There’s certainly nothing ‘new’ in Google’s arguments; we all understood the situation, but we’d accepted iMessage’s exclusivity and stopped questioning it every day. This new public outcry, though, succeeded in putting one more time the spotlight on Apple’s tactic and the anti-social behaviors it’s implicitly encouraging among US teenagers. It’s also the first time Google has been clear about what it’d like to see from Apple: RCS.
The problem, though, is that RCS is an older protocol that does nothing to solve any of Google’s problems with messaging.
RCS: Yay or nay?
Why wouldn’t Google want RCS? The protocol works with your phone number, is supported natively by (many) carriers, doesn’t require you to download or sign up for a specific app or service (technically), and offers several modern chatting features. Typing indicators, delivery and read receipts, rich media and location sharing, group chats, and optional end-to-end encryption are all part of its feature set. And when you don’t have a data connection or the other person doesn’t have RCS, it falls back to SMS.
In a word, RCS is like SMS, but better. Except that it isn’t. Not every operator has enabled it yet. Not all phones support it. Not every implementation is the same — especially in terms of encryption since that bit is optional. And even if you download Google Messages and use the now-supposedly worldwide ‘Chat features’ there, you’re still at the mercy of Google’s servers which can go down or become buggy any time. Which they have done rather frequently.
Check out: How to enable RCS messaging on your phone
RCS is also completely reliant on your phone number being active when you send or receive messages. This makes it intricately linked to your carrier bill (h/t Ron Amadeo for bringing this into the discussion). If you happen to miss a payment or have an issue with your carrier, or if you live in a country where number portability is difficult or inexistent, your line goes down and so does your ability to use SMS and RCS. This is unlike IP-based chat services where you can connect back at any point in the future, get all of your pending messages, and continue where you left off.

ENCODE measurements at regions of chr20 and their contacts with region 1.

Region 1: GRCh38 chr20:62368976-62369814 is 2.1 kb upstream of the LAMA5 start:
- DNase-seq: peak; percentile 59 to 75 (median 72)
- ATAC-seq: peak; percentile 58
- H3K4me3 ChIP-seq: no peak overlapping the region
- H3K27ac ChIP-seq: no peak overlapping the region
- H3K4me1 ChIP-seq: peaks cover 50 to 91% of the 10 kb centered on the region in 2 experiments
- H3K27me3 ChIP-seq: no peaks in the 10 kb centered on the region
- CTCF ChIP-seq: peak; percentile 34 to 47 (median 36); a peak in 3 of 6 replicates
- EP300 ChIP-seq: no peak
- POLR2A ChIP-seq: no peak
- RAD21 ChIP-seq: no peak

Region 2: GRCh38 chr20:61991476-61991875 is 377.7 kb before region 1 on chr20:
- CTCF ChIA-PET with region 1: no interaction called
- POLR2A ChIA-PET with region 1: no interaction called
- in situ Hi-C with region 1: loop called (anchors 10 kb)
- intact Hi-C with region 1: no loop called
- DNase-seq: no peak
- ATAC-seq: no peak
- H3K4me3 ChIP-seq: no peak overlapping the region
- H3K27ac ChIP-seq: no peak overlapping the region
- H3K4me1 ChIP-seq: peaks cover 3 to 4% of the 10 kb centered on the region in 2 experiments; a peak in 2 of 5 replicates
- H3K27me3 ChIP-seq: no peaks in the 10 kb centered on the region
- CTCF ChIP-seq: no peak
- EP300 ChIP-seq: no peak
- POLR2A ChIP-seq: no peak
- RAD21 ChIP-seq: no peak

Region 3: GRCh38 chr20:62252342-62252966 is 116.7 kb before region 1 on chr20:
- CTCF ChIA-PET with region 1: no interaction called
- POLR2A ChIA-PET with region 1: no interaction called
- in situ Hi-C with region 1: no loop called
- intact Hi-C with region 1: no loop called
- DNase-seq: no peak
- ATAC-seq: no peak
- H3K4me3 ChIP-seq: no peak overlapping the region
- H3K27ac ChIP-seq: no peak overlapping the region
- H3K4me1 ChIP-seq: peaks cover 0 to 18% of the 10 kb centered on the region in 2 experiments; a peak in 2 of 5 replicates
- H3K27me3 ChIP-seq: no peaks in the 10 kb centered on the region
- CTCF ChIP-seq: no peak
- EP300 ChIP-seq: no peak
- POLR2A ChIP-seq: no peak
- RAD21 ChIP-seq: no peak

RCS is too late to the chat game
The fascination with SMS is, undeniably, US-centric at this point. The rest of the world has completely embraced IP-based messengers, like WhatsApp, Telegram, Facebook Messenger, Signal, WeChat, and QQ. The shift didn’t happen overnight, it’s been more than a decade in the making and at this point, if you live outside the US, odds are everyone you know is using one of these apps.
These IP-based apps have made communication easy and as universal as possible. They’re cross-platform from Android to iOS (and sometimes Windows, Linux, Mac, and web) and get updated across the world without the need for an operator. Some of them use a phone number to identify you (yes, just like SMS and RCS) but allow portability across numbers; some prefer to rely on a username or email to be more open to anyone. Many of these apps offer end-to-end encryption in all chats — including groups. Many have added voice and video calls, to give you more…